If you'd asked me two months ago to name any Boz Scaggs song, I probably would've come up with "Lido Shuffle," but I wouldn't have been able to hum it. Scaggs is one of those '70s semi-stars I know more by name than by reputation, and I've never been sure whether to mentally file him alongside laid-back west coast country-rockers like Linda Ronstadt, novelty party boys like Jimmy Buffet, or smart soft-rock jazzbos like Steely Dan.

But then I got a review copy of Columbia/Legacy's Silk Degrees reissue in the mail, and spent a happy afternoon spinning it. Not only can I easily hum "Lido Shuffle" now, I also realize that I knew two other Silk Degrees songs very well: "Lowdown" and "We're All Alone." (And with further research, I see that I know more non-Silk Degrees Scaggs songs too, like "Jojo" and "Miss Sun.")

I wouldn't make any claims for Silk Degrees as the pop-rock masterpiece of 1976. Musically, it's pleasant enough–even inspired at times–but it's more fascinating culturally. As rock 'n' roll became more mainstream and acceptable in the early '70s, major labels stealthily introduced what I like to call "the well-made album," a pop version of what dramatists refer to as "the well-made play" (or film critics sometimes call "the tradition of quality"). Artists with the right kind of label support were thrown together with in-demand producers, the top session men and the best songwriting collaborators, to put together records with a mix of genres and modes. Silk Degrees is a prime example. It's slick, catchy and eclectic, jumping from the Doobie Brothers-style neo-boogie to arid soul and disco balladry. This album is like a core sample of what radio sounded like in the mid-'70s.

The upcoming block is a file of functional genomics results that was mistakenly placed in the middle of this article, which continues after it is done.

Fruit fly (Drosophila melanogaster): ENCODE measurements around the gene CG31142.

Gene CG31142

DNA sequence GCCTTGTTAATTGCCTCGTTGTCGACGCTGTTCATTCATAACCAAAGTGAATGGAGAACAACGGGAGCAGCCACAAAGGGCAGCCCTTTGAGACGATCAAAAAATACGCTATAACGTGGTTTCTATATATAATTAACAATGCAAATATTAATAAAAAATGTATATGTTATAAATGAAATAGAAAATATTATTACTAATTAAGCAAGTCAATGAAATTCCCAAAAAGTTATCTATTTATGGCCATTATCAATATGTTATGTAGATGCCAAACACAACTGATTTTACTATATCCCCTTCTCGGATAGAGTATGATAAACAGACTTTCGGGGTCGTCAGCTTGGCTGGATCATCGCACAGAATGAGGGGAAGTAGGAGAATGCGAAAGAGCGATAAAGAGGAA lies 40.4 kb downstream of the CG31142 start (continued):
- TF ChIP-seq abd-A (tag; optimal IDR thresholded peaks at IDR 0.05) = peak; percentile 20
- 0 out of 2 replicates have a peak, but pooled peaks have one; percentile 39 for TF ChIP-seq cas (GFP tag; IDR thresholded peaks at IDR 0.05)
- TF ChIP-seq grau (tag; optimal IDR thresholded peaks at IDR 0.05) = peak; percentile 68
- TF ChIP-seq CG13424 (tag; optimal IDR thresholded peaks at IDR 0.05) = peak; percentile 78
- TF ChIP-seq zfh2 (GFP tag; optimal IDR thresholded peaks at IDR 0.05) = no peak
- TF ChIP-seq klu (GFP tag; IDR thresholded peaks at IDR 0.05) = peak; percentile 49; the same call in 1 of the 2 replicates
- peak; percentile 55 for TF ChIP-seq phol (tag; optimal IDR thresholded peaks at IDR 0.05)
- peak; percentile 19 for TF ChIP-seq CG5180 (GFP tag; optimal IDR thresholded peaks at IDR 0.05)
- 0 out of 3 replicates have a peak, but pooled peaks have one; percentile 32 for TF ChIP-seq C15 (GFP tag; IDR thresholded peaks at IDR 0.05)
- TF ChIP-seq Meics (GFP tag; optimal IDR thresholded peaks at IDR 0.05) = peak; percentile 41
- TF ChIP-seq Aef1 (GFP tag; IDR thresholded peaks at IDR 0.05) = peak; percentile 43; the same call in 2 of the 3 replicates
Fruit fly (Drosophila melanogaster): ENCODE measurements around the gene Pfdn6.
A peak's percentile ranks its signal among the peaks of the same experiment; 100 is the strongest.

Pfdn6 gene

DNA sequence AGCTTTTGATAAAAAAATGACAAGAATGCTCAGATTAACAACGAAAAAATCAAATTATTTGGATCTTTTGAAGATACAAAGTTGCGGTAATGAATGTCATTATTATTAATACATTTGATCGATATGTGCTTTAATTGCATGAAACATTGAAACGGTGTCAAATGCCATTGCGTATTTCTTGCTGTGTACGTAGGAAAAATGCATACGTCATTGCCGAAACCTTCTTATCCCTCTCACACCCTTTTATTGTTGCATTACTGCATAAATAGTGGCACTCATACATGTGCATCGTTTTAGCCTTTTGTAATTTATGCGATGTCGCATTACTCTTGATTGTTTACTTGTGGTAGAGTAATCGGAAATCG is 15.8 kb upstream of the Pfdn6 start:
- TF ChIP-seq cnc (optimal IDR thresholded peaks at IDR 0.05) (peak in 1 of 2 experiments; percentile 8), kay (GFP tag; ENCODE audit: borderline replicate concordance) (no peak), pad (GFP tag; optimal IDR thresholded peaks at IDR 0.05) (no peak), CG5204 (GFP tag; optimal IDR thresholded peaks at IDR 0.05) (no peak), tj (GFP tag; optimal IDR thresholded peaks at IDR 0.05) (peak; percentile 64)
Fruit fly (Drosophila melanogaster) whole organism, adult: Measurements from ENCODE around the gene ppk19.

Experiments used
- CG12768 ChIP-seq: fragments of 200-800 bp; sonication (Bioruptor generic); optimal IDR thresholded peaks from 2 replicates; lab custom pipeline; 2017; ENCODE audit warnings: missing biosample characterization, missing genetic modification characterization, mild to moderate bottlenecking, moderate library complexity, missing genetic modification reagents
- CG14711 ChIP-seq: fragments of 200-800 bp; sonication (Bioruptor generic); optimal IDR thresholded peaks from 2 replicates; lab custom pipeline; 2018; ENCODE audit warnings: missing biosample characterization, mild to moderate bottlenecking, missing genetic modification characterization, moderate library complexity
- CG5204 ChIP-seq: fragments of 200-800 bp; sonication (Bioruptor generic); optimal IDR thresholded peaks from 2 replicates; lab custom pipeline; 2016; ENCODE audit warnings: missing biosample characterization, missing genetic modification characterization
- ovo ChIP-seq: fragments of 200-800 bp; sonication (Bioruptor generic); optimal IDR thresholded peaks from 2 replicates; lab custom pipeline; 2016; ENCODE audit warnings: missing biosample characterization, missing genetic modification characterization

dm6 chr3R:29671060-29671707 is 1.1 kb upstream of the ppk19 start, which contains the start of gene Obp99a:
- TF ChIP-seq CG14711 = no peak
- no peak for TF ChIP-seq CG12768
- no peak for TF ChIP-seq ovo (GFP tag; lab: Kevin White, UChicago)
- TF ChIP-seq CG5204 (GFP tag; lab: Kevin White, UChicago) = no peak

By and large, I'm not beholden to "the album" as a unit of music anymore. I keep my favorite recent CDs in my car, and play them straight through, but most of those favorites I really only half-like, and I've got no qualms about taking their best six or seven tracks, ripping them to my hard drive, and then dumping the disc. The problem is that my friends often ask me to hook them up with some new music, and I feel like I either have to give a list of caveats when I hand them a disc–"This one starts with a really crummy song, but then gets better, until the last three songs, which are kind of lame"–or just urge them to let me burn them a best-of. Unfortunately, my friends are mostly old school, and they want albums, not samplers.